I'd like to hang a cocoon-type hammock device from a few railings overhead. It hooks onto a single point and hangs vertically, as opposed to a traditional hammock that you'd see hung horizontally between two trees.

enter image description here

It has to support one person's weight, but none of the potential fixing points are strong enough individually. I'm looking for a way to distribute the load (as equally as possible) between multiple fixing points. I'm going down this road, because this is a rented space and I can't drill for more traditional high-load fixing points.

Off-hand diagram:

enter image description here

  • How many points you feel that you need will change the answer. Why do you think you need more that one?
    – Matthew
    Mar 5, 2019 at 21:11
  • 2
    +1 for the awesome diagram.
    – JPhi1618
    Mar 5, 2019 at 21:13
  • @Matthew I need more than one fixing point, because I think that none of them are strong enough individually. I try to explain this in the second paragraph. The number of fixing points available is around 10. I guess that 3-4 would be sufficient. Mar 5, 2019 at 22:23

3 Answers 3


You can use a concept from rock climbing here. There are methods of attaching to multiple anchors that are meant to distribute the load to three anchors, such as a cordalette:


You can search and find instructions for how to tie a cordalette, which might be all you need.

There are other methods that are meant to have some slip so that the load is evenly distributed between the multiple anchor points. Here is an example:

equalizing anchor

You'll find lots of examples for this if you search for "climbing equalizing anchors" or something like that.


The first thing that comes to mind is getting a welded steel ring to act as the "junction" point for your rope:

enter image description here

Random welded ring on Amazon

These are normally available at hardware stores in the rope and chain section. Other options would be a chain "quick link" or a load-rated carabiner (not the keychain type).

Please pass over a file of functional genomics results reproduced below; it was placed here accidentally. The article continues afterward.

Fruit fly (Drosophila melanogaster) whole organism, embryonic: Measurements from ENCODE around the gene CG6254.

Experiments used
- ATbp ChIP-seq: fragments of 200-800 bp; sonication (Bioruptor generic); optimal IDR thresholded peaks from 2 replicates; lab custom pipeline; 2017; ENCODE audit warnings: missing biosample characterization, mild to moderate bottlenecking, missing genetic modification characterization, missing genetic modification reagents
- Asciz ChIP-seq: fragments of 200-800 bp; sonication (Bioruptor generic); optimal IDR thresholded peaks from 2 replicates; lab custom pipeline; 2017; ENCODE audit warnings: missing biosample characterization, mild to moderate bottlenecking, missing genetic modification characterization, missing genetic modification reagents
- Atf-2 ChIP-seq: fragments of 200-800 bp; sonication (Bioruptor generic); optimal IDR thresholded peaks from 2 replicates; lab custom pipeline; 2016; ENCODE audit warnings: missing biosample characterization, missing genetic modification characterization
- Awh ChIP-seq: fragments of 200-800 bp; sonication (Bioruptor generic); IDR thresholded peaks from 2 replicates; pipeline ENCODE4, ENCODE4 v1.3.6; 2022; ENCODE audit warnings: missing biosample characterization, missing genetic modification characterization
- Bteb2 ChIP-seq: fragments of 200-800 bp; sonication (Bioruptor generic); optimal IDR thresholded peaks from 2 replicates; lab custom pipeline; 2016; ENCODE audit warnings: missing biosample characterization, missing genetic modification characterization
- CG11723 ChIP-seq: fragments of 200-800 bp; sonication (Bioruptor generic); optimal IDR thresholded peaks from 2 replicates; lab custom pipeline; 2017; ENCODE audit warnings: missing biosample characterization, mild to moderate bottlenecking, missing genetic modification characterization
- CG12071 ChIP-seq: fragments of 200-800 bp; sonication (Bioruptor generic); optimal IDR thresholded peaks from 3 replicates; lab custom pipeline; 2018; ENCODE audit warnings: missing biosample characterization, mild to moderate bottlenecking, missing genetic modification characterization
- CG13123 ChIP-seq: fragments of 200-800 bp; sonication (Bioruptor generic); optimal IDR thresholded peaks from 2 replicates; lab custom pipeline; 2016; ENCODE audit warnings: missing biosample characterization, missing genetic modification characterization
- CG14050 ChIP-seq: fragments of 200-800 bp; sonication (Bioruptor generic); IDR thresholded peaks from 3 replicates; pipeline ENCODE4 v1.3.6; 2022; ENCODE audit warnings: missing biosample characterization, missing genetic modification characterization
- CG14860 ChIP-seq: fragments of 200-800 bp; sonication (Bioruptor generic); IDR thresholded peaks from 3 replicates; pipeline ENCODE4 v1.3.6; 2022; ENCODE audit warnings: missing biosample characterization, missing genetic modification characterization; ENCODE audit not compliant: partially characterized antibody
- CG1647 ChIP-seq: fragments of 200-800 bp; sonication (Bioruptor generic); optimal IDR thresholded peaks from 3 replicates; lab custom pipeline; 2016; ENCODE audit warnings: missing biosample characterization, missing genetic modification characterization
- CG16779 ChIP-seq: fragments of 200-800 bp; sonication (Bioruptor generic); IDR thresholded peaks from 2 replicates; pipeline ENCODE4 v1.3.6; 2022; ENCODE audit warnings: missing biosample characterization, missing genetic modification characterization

The upper ropes that are fastening to the anchor points could be looped through the ring so you don't have to try and cut and tie the right length rope to even out the load.

I think this method will work because the rope will have a load rating much higher than you need - you seem to only be limited by the strength of the anchor points.

Also keep in mind that when using multiple anchor points like this, the anchors will have a sideways force pulling on them as well as a downward force. Choose your anchors carefully. The higher the angle of the rope is, the more sideways force you have.

  • Very useful insights. I'm wondering if I'll be able to adjust the rope lengths, and therefore the load sharing, finely enough. I guess the thinner the rope I use, the finer the length adjustments of looping will be. Mar 5, 2019 at 22:41
  • 1
    The sideways force that is mentioned in this answer is something very important to consider. The OP should consider very carefully that the sideways force on some mount point types could weaken them so much as to best avoid using them at all.
    – Michael Karas
    Mar 6, 2019 at 11:20
  • @MichaelKaras I've actually opened a follow up question that's closely related to side-ways force diy.stackexchange.com/questions/159212 Mar 6, 2019 at 13:16

Honestly I think you are over thinking this. As long as your anchor point spread out too far you shouldn't have a problem you don't really need to worry too much about transferring load because there is only one load on it. If you plan on swinging in your hammock that's a different story. On the other hand you don't have to worry about plummeting to your death either.

You could try something like thisenter image description here Using six of the anchor points that you have outlined you can easily make adjustments to the load-bearing points by adjusting three lengths.

Test your anchor points

Start with your best anchor points. Fix a rope in place at a comfortable height for you to hold on to and do a pull-up and then bounce a little. Use your judgment to figure out the quality of the anchoring. I often mount things over people's heads and the best of field test I've come up with is to hang off an individual anchor effectively quadrupling the load it would possibly see.

perhaps this is a more accurate representation of what you needenter image description here

Once you have one or two decent anchor points the rest are just insurance. With this setup always make sure the two best anchor points are together.

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